In this interview, we speak with Dr. David McManus, Director of the Anticoagulation Service and Co-director of the Atrial Fibrillation (AF or AFib) Program about upcoming and ongoing initiatives in care at UMass Memorial Health Care in Worcester, Massachusetts.
We last spoke in October 2017, in an article about your hospital’s involvement in the Get With The Guidelines-AFib program. Can you provide an update about what new initiatives have been taking place since then?
Quite a bit has happened since 2017. When we spoke, we at UMass Memorial Health Care were focused on our decision as a hospital system to participate in the American Heart Association’s (AHA) Get With The Guidelines®-AFib program and why we decided to take the leap. Since then, we have continued to participate in this program and have received the Get With The Guidelines-Atrial Fibrillation Gold award every year since. Our investment has yielded large dividends. It has become a real centerpiece for our whole cardiovascular service line.
Why do we continue to invest time, money, and effort into not just implementing the program, but continuing to support the quality initiatives, educational initiatives, and communication with our healthcare providers in the inpatient setting? The reasons are: (1)because it’s the right thing to do for our patients; (2) it’s also part of our culture here at UMass to focus on quality within the context of our whole health system; and (3) it has been helpful at distinguishing our value to patients and providers. Everyone at UMass Memorial is committed to creating a safe environment and delivering a positive patient experience; we believe that is especially true in cardiovascular care.
We are laser focused here on our patient experience and overall quality. A lot of patients are presenting with AFib and other cardiovascular conditions, and the AHA has provided us with a guide book for how to build an interdisciplinary approach that has led to better communication, clearer standards, and more impact in terms of patient outcomes for patients with these conditions. The cardiovascular and EP teams have really adopted this interdisciplinary strategy to AFib care. For example, we meet regularly with the nursing staff to build and incorporate new educational modules. Other efforts prompted by the AHA GWTG Program have included building calculators within the EHR to facilitate stroke risk calculation and ease the process associated with documentation of that, which is another quality measure. Another of the key metrics of the AHA is handoff and making sure patients on oral anticoagulation have scheduled visits for appropriate lab tests and clinical follow-up, because although anticoagulants are highly effective, they are also one of the top causes of adverse drug events when they are not appropriately monitored. Therefore, we’ve focused on building an anticoagulation medical home that accepts all patients (including those who don’t necessarily have a primary care doctor in our system but are seen for example in the emergency room), and have created an environment where these patients can be handed off to a team that includes a pharmacy technician, an advanced practice practitioner, and a physician. In this handoff system, patients in the hospital are started on anticoagulation, but if they encounter problems with copays, side effects, or new drugs such as an antibiotic are added after discharge, we can check back with them and continue follow-up support for them. This effort has led to a hospital-wide quality award that offers national recognition for hospital systems that are doing innovative work to protect patients from harm. This new initiative that was founded by our interdisciplinary AFib team has now evolved and is providing ambulatory support in a way that it didn’t before. It started with education, but has grown and merged with the great work that is going on in our anticoagulation clinic. It’s really exciting to have these metrics that we were able to use to change our practice and cross what were traditional silos. The anticoagulation clinic was originally only an ambulatory program, but we were able to break down the ambulatory and patient barriers, and communicate more effectively and work together around these important AFib quality metrics.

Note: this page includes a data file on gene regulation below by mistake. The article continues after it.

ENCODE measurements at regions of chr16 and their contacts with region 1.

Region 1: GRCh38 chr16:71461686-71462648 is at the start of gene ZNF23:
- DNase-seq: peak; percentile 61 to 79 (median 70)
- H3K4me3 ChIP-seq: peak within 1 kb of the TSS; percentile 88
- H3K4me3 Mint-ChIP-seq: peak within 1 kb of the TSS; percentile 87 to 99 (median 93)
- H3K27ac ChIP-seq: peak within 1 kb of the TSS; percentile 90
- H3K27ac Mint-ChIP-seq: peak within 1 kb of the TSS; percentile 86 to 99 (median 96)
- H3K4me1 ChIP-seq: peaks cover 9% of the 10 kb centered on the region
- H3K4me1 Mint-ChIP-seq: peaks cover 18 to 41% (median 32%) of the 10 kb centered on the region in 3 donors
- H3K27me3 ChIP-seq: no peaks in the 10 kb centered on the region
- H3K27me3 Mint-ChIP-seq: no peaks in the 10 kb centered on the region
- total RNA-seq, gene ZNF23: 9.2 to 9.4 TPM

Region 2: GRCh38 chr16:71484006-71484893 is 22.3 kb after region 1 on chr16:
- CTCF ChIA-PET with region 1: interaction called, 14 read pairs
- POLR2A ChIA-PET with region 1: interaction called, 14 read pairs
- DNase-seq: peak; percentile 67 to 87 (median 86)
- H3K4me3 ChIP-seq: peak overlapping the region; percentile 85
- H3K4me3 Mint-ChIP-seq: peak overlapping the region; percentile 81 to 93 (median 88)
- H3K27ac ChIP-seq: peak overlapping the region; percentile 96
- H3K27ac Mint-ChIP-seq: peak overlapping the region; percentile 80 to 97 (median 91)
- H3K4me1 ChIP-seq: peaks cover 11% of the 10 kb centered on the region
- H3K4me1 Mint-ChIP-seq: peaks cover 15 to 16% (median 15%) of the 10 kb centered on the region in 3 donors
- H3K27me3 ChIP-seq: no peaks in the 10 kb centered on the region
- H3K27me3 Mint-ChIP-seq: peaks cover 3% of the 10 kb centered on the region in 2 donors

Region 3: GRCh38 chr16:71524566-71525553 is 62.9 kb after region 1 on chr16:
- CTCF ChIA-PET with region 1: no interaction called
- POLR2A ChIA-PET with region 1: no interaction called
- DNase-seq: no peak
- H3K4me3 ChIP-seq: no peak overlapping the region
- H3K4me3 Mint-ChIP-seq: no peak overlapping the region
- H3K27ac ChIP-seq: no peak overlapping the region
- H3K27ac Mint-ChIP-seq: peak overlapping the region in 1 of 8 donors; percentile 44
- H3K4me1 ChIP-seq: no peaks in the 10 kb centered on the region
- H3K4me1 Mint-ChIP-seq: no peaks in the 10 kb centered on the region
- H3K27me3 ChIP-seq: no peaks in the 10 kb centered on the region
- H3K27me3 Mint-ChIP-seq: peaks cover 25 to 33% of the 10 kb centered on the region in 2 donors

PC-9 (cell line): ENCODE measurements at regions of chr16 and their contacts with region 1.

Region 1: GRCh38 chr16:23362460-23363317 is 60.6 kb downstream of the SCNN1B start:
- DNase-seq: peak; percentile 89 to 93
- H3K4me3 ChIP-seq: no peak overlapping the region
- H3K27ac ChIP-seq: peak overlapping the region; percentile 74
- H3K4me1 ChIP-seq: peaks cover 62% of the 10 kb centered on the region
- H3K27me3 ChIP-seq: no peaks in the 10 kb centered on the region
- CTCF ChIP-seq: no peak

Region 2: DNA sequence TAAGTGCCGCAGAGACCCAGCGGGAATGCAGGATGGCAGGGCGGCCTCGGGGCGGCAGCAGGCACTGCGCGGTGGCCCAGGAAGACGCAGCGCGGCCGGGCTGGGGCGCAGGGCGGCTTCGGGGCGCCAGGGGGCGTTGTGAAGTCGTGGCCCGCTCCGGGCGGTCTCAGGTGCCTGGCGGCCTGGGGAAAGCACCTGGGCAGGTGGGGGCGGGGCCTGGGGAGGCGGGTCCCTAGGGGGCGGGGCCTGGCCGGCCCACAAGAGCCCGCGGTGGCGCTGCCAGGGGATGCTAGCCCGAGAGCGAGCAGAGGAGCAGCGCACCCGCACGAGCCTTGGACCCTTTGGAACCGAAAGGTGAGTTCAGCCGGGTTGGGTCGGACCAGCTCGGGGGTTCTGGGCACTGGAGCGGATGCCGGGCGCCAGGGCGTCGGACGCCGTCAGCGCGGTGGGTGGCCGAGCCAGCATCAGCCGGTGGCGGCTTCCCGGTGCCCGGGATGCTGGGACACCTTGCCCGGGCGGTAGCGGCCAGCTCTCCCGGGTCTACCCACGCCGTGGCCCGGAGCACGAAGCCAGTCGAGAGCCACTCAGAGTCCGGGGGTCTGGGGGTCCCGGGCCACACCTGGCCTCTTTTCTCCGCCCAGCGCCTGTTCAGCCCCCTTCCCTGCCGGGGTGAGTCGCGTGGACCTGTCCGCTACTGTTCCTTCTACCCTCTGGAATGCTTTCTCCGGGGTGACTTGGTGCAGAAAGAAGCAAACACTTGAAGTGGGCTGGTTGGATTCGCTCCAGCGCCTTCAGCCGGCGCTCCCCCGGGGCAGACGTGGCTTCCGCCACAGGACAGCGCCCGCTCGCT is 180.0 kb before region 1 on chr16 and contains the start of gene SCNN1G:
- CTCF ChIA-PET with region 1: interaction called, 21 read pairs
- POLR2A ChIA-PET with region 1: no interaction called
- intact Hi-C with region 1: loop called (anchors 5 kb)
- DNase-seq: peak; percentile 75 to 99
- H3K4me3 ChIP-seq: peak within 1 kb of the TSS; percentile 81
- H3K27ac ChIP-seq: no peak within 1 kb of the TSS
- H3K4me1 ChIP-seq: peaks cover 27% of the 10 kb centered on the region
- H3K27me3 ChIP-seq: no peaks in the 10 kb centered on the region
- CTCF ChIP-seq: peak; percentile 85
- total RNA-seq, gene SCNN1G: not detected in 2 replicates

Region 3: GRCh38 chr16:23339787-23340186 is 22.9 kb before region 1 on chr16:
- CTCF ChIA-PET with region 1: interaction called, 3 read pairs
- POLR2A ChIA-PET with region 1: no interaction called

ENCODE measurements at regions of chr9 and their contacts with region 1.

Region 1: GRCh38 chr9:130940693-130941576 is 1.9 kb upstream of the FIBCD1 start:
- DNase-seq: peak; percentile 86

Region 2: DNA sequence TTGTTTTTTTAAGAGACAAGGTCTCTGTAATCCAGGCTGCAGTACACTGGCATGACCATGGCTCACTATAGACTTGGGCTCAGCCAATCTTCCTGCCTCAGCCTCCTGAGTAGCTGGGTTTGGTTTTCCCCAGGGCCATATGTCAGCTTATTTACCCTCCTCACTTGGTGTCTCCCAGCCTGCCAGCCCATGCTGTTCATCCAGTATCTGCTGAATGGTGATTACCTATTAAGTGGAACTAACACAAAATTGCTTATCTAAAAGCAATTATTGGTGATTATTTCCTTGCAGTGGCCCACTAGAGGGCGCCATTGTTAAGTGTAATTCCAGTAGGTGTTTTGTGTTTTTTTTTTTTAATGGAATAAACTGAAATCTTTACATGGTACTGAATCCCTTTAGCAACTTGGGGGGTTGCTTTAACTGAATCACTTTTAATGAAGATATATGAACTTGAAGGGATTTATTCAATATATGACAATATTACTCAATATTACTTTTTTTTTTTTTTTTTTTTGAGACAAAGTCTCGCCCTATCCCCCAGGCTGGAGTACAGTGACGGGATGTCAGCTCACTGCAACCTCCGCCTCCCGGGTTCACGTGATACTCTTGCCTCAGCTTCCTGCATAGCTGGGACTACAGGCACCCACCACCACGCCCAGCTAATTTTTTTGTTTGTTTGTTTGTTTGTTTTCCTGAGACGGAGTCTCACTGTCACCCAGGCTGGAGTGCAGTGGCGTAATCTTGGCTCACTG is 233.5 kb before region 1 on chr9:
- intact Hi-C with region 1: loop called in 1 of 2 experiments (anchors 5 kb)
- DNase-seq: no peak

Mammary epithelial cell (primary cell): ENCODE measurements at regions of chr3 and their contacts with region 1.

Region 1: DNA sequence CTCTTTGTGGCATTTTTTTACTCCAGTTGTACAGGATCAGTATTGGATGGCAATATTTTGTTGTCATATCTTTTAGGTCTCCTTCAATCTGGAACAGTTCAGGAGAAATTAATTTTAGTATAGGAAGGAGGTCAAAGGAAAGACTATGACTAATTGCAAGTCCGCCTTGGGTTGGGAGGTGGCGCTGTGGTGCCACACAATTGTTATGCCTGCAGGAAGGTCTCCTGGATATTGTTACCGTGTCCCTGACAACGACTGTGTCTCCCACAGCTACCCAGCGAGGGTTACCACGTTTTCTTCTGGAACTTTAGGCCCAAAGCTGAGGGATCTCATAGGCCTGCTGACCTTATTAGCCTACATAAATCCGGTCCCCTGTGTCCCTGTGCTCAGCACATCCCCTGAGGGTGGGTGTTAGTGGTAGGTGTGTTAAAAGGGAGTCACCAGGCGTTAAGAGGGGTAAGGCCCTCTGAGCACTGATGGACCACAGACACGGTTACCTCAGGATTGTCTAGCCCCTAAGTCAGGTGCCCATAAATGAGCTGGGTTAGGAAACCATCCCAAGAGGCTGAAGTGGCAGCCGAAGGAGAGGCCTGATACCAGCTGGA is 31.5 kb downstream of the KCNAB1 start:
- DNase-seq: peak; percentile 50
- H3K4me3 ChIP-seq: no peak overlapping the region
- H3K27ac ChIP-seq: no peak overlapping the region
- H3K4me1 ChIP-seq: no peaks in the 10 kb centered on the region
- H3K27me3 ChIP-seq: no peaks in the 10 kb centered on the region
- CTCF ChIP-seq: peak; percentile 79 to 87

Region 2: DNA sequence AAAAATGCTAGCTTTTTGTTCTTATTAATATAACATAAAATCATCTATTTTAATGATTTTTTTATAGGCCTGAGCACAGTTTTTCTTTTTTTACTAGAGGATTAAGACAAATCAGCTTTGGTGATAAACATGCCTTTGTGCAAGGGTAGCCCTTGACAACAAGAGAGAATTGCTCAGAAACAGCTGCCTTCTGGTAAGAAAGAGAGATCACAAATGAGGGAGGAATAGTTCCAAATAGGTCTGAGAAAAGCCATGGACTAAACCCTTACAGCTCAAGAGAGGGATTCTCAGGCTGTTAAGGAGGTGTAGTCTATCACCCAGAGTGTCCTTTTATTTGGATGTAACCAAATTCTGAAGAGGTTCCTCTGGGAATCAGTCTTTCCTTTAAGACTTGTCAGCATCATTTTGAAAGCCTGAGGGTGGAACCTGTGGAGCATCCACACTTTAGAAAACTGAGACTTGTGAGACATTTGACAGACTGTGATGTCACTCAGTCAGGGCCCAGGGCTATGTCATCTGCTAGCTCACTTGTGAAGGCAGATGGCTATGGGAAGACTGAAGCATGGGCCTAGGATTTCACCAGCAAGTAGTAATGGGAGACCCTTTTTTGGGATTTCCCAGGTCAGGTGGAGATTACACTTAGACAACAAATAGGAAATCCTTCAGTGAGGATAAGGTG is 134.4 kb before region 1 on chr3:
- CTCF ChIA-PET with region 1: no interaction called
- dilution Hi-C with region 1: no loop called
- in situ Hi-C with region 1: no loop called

This past fall, you also participated in a Facebook Live event on the topic of atrial fibrillation. What were some of the main concerns you heard from patients?
The Facebook Live event that we did was organized by Pamela Burgwinkle. She is our key leader in the anticoagulation clinic and works with me on that team, so she joined me for the Facebook Live event in which we talked directly to UMass patients through social media to make them more aware of some of the services that we provide, as well as to listen to their questions and concerns. We want to make sure we are designing systems that help them. So that is what motivated us to go on Facebook and work with our patients to hear what they had to say and include them in the process.